In an age of print-on-demand and reflowing text, why in goodness’ name don’t we have the ability to print almost anything we buy and are going to read in any font size and format we like?
Why couldn’t I have a presentation copy sized version of The Paris Review?
“I could fit this in my pocket,” I thought when the first newly re-designed @parisreview arrived. And sure enough editor Emily Stokes said it’s was made to fit in a “large coat pocket” in the editor’s note. pic.twitter.com/tra25GOk6e
— Marc Geelhoed (@marcgeelhoed) December 8, 2021
Why shouldn’t I be able to have everything printed on bible-thin pages of paper for savings in thickness?
Why couldn’t my textbooks be printed with massively large margins for writing notes into more easily? Why not interleaved with blank pages? Particularly near the homework problem sections?
Why couldn’t I buy my own hardcover, custom edition of Annotation with massive five inch margins to really make having a handwritten #AnnoConvo easier? (C’mon MIT Press, I know it’s part of a pre-existing series, but editorial considerations should have necessitated leaving at least an inch!)
Why can’t I have more choice in a range of fonts, book sizes, margin sizes, and covers?
When are publishing platforms going to give us this?!?
An aspect that’s missing from the overall discussion here is that of the commonplace book. Edwards’ Miscellanies is a classic example of the Western note taking and idea collecting tradition of commonplace books.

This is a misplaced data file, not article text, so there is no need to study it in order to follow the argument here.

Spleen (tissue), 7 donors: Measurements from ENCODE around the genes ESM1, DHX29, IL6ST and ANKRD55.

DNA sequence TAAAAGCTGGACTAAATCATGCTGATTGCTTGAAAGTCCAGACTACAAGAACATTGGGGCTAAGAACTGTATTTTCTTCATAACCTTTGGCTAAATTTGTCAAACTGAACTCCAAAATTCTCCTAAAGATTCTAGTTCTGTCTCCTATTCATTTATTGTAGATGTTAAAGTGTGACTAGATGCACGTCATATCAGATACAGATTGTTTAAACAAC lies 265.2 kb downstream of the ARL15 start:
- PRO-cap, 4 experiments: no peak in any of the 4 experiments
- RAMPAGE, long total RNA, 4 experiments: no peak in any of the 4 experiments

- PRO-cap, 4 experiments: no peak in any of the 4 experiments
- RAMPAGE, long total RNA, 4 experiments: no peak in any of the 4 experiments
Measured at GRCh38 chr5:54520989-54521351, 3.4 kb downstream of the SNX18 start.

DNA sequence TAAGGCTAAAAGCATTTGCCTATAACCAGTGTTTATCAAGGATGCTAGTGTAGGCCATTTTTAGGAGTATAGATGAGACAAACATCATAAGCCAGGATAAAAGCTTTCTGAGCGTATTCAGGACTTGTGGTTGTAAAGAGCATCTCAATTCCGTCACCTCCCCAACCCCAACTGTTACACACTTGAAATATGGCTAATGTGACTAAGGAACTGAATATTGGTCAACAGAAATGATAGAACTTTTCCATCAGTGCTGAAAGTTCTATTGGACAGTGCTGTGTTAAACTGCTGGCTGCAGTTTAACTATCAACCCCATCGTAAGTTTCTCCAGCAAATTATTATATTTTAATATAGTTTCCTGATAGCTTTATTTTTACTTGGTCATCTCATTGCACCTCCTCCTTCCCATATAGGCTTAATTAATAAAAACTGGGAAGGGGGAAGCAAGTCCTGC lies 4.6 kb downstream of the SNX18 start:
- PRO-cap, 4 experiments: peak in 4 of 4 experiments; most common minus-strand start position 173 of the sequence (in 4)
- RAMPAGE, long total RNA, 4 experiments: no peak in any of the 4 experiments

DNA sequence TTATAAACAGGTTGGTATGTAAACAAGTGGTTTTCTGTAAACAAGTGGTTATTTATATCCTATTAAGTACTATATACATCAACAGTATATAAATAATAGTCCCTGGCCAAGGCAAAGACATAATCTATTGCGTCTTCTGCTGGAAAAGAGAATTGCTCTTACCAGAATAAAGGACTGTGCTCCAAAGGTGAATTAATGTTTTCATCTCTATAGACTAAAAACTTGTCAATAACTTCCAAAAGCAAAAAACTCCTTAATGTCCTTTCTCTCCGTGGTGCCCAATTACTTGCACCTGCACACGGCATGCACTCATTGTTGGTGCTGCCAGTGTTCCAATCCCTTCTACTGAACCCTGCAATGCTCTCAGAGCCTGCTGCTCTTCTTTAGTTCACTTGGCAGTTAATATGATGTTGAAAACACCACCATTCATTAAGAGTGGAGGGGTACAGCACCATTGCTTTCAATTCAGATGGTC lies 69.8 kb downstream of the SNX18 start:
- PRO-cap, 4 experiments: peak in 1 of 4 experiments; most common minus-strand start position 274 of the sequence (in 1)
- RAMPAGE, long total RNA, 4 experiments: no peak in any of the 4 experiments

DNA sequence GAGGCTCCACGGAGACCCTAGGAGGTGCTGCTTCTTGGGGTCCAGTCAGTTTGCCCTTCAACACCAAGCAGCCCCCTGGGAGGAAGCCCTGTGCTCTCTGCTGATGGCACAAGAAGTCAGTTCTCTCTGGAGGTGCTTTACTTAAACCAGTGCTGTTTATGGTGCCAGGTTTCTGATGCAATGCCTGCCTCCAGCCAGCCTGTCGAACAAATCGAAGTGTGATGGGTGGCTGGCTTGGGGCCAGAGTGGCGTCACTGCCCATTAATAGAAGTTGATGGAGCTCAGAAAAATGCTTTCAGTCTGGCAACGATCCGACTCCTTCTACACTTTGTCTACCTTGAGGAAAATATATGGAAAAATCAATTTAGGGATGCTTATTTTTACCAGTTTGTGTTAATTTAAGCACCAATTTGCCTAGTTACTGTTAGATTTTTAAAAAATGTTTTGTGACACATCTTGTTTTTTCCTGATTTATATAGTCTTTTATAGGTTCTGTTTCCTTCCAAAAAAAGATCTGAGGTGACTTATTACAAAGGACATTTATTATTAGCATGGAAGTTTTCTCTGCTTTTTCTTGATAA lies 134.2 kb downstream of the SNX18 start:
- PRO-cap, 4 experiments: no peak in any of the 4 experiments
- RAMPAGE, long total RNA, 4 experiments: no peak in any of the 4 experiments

While the name for his system is unique, his note taking method was assuredly not. The bigger idea goes back to ancient Greece and Rome with Aristotle and Cicero and continues up to the modern day.
From roughly 900-1300 theologians and preachers also had a sub-genre of this category called florilegia. In the Christian religious tradition Philip Melanchthon has one of the more influential works on the system: De locis communibus ratio (1539).
You might appreciate this article on some of the tradition: https://blog.cph.org/study/systematic-theology-and-apologetics/why-are-so-many-great-lutheran-books-called-commonplaces-or-loci
You’ll find Edwards’ and your indexing system bears a striking resemblance to that of philosopher John Locke, (yes that Locke!): https://publicdomainreview.org/collection/john-lockes-method-for-common-place-books-1685
Interleaving a copy of your favorite text can leave massive amounts of space for marginalia!
Copies of print and digital editions of Jonathan Edwards’ blank Bible are available.
- Amazon: https://www.amazon.com/Blank-Bible-Works-Jonathan-Edwards/dp/0300109318/
- Online: http://edwards.yale.edu/archive?path=aHR0cDovL2Vkd2FyZHMueWFsZS5lZHUvY2dpLWJpbi9uZXdwaGlsby9zZWxlY3QucGw/d2plby4yMw==
Apparently one can buy modern copies of interleaved bibles as well: https://www.amazon.com/Interleaved-Journal-Hardcover-Letter-Comfort/dp/078524316X/
Video review of an interleaved bible:
What other books can be found in interleaved editions? Ayn Rand perhaps?